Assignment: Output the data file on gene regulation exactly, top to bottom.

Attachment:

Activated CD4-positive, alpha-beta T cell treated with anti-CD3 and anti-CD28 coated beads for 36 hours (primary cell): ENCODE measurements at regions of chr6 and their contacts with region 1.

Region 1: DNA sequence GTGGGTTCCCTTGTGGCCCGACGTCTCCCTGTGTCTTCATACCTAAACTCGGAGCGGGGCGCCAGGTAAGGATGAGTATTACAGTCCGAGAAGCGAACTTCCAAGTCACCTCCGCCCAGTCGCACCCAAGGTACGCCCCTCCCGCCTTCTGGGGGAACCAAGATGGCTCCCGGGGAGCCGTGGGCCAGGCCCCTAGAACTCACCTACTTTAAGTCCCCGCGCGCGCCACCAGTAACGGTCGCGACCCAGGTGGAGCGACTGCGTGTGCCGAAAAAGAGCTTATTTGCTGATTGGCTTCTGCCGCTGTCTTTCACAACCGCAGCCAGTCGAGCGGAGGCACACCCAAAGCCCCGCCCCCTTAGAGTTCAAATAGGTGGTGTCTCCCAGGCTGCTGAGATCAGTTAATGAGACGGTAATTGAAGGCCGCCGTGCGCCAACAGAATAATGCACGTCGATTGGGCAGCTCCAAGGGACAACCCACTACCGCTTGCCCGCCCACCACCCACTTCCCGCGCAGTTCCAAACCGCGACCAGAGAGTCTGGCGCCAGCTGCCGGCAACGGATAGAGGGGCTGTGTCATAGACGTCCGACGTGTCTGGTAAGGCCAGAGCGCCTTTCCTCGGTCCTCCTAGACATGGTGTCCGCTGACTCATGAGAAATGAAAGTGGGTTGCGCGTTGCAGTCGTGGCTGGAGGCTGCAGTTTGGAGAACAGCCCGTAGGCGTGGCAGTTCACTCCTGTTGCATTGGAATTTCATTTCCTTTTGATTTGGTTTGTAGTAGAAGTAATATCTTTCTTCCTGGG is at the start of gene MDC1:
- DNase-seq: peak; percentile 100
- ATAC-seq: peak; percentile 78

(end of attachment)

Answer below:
Activated CD4-positive, alpha-beta T cell treated with anti-CD3 and anti-CD28 coated beads for 36 hours (primary cell): ENCODE measurements at regions of chr6 and their contacts with region 1.

Region 1: DNA sequence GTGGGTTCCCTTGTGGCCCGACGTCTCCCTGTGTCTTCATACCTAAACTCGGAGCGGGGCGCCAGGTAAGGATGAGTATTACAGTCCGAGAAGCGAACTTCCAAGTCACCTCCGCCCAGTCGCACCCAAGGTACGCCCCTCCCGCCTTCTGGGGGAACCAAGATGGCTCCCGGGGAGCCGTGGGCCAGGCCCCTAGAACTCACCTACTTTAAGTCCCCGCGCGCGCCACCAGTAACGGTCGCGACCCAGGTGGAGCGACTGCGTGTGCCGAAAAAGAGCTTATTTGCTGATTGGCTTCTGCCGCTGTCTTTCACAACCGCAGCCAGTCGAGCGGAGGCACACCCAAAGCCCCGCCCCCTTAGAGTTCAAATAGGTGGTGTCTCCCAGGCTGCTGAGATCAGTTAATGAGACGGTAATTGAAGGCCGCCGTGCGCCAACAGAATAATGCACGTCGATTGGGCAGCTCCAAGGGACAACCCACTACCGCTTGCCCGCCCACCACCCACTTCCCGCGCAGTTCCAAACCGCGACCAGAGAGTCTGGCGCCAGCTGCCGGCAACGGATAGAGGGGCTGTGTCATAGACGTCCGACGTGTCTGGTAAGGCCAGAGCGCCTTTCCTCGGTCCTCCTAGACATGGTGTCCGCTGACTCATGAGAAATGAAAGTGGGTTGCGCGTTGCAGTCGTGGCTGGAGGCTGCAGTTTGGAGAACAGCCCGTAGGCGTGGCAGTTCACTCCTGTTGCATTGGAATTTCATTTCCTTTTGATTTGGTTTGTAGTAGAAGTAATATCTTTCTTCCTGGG is at the start of gene MDC1:
- DNase-seq: peak; percentile 100
- ATAC-seq: peak; percentile 78